SpaceX loses dozens of Starlink satellites to solar storm
SpaceX's most recent batch of Starlink satellites has been severely impacted by a solar storm that struck Earth's magnetic field on Friday.
Why it matters: Starlink — SpaceX's satellite internet venture — is expected to be a major source of revenue for the company, with hundreds of satellites already launched and functioning in orbit.
What's happening: The solar storm made atmospheric drag at least 50% higher than during other missions, according to SpaceX, effectively pulling the satellites back down to Earth not long after launch.
- At least 40 of the satellites launched Thursday from Florida are expected to re-enter the atmosphere or have already re-entered.
- "The de-orbiting satellites pose zero collision risk with other satellites and by design demise upon atmospheric reentry — meaning no orbital debris is created and no satellite parts hit the ground," SpaceX said in a statement.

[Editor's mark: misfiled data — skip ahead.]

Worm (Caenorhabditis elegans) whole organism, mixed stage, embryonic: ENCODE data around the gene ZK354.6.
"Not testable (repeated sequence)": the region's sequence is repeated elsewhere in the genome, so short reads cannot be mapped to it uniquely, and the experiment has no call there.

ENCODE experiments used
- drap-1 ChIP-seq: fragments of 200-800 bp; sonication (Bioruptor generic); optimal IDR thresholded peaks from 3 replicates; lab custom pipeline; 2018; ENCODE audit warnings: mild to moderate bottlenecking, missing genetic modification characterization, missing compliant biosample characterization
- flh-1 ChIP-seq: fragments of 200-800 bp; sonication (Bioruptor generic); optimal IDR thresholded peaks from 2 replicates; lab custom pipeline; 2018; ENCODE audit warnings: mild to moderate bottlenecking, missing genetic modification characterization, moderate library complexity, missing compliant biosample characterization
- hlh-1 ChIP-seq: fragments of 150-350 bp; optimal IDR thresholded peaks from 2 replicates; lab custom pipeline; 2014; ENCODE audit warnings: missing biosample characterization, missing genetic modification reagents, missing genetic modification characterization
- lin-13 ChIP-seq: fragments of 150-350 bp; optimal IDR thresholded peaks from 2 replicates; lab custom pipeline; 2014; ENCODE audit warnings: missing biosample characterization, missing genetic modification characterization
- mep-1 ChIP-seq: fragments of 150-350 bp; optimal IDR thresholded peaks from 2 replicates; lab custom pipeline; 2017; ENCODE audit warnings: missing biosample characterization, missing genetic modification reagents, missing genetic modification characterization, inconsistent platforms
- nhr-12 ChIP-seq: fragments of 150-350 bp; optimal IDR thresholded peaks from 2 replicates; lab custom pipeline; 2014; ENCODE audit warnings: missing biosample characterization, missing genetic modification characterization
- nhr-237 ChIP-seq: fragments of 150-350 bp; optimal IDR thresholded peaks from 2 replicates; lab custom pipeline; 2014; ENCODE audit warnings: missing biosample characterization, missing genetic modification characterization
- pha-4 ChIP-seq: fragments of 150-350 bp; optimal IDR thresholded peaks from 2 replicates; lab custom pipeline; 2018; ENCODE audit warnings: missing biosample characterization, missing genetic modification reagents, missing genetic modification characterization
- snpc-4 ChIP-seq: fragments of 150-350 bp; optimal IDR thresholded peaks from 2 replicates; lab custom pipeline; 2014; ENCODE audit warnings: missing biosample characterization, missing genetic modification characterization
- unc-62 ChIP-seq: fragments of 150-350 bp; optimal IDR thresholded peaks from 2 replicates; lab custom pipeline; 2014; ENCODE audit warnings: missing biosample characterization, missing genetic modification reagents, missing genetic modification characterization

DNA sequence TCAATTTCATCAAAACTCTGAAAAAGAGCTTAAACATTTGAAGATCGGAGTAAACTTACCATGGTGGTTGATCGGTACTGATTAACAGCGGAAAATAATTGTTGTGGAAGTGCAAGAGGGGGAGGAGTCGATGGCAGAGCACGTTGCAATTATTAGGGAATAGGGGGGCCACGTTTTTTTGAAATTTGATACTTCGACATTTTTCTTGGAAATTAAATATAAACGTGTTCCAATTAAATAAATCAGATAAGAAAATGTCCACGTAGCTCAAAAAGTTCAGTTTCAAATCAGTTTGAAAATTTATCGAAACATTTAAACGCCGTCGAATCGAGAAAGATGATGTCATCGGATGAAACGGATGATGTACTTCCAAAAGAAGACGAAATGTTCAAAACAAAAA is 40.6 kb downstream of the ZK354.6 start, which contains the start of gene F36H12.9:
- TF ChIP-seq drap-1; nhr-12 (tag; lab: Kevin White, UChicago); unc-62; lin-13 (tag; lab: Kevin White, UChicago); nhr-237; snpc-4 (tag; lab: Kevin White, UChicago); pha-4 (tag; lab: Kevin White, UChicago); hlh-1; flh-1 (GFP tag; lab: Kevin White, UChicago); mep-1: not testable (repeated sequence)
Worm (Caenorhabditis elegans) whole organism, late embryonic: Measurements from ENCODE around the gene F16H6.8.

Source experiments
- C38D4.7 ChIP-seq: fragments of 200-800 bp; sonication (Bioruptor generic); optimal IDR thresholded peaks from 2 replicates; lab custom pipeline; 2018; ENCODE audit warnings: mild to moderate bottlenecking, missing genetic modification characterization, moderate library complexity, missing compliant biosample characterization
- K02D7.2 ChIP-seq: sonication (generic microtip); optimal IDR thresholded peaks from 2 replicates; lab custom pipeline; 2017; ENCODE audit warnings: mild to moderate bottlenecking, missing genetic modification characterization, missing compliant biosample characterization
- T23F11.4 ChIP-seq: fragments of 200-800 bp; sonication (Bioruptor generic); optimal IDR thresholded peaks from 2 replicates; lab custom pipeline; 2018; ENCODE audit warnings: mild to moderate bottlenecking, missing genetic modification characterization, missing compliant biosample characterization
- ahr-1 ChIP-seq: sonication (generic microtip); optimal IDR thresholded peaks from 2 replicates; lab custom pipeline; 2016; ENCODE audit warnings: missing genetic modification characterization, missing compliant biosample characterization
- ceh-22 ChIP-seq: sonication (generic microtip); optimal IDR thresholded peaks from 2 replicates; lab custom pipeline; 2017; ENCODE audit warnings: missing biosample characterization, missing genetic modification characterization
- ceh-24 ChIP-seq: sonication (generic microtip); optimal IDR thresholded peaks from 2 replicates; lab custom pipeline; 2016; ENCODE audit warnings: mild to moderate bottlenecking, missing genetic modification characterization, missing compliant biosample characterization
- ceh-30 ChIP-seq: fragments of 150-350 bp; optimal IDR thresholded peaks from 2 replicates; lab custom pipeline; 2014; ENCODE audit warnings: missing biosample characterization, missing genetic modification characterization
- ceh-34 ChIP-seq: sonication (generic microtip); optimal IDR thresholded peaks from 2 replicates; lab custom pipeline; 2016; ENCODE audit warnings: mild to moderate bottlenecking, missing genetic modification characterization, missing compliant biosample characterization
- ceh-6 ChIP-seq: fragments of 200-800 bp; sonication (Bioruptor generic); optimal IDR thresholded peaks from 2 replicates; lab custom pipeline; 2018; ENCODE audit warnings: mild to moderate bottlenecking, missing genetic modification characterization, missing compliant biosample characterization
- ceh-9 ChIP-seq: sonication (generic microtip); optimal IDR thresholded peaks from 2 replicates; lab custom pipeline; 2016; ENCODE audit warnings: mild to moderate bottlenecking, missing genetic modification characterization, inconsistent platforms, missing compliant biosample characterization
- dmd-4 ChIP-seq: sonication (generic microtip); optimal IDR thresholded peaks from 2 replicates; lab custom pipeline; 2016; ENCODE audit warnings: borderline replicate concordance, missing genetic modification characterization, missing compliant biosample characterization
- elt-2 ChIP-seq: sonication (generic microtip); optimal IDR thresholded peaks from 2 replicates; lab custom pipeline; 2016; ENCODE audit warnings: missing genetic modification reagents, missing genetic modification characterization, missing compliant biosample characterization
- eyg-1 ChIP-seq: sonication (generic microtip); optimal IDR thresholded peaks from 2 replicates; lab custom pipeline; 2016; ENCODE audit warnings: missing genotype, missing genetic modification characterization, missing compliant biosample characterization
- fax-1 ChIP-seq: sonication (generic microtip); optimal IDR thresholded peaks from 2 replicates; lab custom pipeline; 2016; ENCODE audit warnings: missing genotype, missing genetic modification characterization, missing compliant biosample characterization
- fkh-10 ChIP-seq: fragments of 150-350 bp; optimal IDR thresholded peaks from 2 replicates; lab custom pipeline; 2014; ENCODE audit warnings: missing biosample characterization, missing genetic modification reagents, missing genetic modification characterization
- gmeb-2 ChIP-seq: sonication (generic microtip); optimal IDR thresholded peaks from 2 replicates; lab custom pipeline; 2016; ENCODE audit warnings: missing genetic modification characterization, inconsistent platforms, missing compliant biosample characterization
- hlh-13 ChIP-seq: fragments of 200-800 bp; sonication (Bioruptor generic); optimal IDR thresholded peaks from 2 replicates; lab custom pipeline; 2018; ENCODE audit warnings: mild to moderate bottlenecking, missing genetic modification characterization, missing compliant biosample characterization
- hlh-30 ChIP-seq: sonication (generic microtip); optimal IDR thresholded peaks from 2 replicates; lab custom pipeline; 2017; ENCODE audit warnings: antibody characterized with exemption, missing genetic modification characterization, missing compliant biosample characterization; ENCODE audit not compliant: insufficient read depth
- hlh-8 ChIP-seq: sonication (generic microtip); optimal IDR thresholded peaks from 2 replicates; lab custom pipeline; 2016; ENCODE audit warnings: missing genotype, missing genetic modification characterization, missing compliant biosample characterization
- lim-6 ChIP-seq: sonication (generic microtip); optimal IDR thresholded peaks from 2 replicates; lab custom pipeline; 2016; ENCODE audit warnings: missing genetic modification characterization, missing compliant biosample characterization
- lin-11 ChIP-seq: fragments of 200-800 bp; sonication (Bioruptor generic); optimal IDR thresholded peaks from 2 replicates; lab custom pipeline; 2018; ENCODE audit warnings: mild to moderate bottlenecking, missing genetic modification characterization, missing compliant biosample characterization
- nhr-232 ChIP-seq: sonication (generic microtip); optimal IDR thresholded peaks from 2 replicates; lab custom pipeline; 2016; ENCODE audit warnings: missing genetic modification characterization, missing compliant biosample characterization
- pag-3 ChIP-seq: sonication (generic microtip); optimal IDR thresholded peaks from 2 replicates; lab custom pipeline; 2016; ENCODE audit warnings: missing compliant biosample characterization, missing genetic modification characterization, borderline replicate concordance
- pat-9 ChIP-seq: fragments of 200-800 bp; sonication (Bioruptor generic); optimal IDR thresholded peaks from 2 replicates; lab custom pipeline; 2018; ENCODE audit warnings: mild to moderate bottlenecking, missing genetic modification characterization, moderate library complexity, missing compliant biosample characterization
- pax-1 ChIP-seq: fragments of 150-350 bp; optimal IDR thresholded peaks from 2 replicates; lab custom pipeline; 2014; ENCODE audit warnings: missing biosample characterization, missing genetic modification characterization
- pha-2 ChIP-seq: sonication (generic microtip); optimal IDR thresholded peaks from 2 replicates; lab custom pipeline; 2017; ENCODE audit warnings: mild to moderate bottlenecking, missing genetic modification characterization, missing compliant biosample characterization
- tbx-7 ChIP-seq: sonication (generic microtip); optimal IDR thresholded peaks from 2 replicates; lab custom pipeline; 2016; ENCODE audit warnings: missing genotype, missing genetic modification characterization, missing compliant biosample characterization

How it works: SpaceX sends Starlink satellites to a low orbit and monitors the spacecraft for failure after launch.
- That low altitude allows the company to de-orbit the satellites relatively quickly if a problem were to occur after launch.
The big picture: SpaceX isn't the only company working to build a fleet of internet-beaming satellites around Earth.
- Amazon and others also have plans to launch satellites in the coming years, stoking fears that these small spacecraft could create more orbital debris if they fail and pollute the night sky with light that astronomers will have to contend with.